Myth #2: Botulinum toxin and fillers (non-surgical facelifts) can achieve the same results as a surgical procedure

While injectable fillers and botulinum toxin have revolutionised the way we treat the ageing face, these do not replace surgical procedures. Rather, they treat signs of ageing that are traditionally treated with a facelift. Facial wrinkles and volume loss are generally not corrected with facelift surgery. This is where the injectables are most useful.

Botulinum toxins act by blocking the neuromuscular junction. This reduces or eliminates the signal from the brain to the muscle, inhibiting movement of the muscle and thus reducing the severity of the associated wrinkles. This neither replaces volume loss which occurs with facial ageing, nor do they treat loose skin, lost muscle or fat displacement.

There is a trend towards filler injections as an alternative to facelift surgery. Facial fillers are made up of various substances (e.g. poly-l-lactic acid, hyaluronic acid, calcium hydroxyapatite) which help restore the lost volume due to atrophy of soft tissue and fat volume that occurs with ageing. Injectables can reduce the appearance of fine lines, shadows, and even add volume to certain areas including the cheeks and lips. However, these results are temporary and for many patients do not provide enough correction of the cheek bones, jawline, jowls and loose neck skin. Fillers still have an important role – they are treatment options for patients who may not be ready for facelift surgery (see Myth #4).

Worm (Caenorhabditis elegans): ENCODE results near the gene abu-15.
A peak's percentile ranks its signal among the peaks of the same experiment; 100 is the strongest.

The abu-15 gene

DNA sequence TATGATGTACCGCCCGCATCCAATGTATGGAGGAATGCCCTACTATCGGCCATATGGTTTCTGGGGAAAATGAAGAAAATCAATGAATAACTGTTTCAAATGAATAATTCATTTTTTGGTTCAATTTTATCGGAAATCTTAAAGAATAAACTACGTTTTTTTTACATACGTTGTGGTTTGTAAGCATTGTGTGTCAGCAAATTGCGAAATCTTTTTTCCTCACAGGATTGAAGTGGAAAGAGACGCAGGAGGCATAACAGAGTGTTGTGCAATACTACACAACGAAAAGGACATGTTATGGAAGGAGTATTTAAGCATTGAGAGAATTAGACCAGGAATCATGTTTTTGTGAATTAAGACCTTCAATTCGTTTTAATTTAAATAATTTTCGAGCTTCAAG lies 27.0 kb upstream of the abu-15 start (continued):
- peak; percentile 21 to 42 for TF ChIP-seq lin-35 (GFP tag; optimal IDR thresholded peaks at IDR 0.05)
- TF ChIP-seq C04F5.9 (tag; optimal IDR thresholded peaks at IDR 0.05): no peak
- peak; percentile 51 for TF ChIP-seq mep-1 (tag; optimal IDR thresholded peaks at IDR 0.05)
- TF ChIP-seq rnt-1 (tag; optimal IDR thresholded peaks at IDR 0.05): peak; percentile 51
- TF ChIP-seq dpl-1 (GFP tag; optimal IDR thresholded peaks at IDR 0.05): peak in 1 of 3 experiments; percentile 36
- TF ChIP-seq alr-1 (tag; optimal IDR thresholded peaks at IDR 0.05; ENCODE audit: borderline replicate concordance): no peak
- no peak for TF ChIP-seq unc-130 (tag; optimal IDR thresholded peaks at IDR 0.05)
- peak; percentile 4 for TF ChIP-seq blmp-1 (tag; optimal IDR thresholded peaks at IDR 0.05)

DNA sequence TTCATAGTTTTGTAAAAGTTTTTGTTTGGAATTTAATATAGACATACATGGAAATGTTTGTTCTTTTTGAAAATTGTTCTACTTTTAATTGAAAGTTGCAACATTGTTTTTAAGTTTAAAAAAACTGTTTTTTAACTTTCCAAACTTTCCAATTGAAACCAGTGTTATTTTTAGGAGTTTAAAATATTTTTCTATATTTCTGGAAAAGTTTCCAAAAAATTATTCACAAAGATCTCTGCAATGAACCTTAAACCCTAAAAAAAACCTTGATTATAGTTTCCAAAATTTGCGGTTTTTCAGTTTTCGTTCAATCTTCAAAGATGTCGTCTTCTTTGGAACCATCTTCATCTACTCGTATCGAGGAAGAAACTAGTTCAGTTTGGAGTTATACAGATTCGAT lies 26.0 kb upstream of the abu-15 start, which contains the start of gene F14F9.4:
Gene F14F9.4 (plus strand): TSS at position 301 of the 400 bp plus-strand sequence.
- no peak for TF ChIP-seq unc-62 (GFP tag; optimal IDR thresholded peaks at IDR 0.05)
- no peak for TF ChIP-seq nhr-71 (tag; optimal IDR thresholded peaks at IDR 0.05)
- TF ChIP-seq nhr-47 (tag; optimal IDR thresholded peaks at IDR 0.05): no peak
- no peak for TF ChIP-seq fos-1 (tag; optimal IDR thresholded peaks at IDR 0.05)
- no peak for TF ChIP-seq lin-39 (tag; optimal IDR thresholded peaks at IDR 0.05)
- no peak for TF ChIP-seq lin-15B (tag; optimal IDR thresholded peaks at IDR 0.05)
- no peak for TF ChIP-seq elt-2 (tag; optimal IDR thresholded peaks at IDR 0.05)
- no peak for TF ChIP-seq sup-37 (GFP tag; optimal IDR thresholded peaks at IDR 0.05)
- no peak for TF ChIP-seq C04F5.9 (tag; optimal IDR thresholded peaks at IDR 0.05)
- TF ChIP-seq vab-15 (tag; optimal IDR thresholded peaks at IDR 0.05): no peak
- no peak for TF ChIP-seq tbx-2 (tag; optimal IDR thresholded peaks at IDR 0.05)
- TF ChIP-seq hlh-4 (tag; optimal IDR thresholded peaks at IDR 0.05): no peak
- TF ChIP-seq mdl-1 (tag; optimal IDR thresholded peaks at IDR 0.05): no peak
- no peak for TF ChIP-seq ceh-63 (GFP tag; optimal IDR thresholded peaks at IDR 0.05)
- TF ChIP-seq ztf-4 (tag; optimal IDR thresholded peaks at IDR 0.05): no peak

Myth #3: Facelifts are only for women

Men and women equally experience facial ageing and both can benefit from facelift surgery. Demand for male facelift surgery has increased 20% since 2000, while demand for female procedures has remained the same. According to the American Society of Plastic Surgeons (ASPS), in 2016, approximately 12,000 facelift procedures were done on males, which was about 10% of all facelifts done in the USA.



Figure 2: Top row shows before and after profile view for a patient who underwent an extended subplatsymal lift. Note the improvement in jowls, redundant face and neck skin, and facial volume. Bottom row shows before and after neck flexion view with marked improvement in the jawline and neck contour.


Myth #4: You have to be older to have a facelift

There’s no ideal age for a facelift. Although the normal ageing process causes facial skin and underlying muscle to loosen or sag over time, the net effects of ageing can occur at any time. According to the ASPS, the majority of facelift procedures are performed on patients between the ages of 40 to 54 (more than 41,000 in 2015).

Nonetheless, younger people are increasingly presenting to discuss options to maintain their youth. According to the ASPS, patients between the ages of 30 and 39 are particularly interested in forehead lifts and eyelid surgery to remove excess pockets of skin and fat around their eyes. While neither of these procedures are full facelifts, they are still designed to rejuvenate certain areas of the face. It is clear that there is an increasing trend for younger patients to maintain their youth from an early age.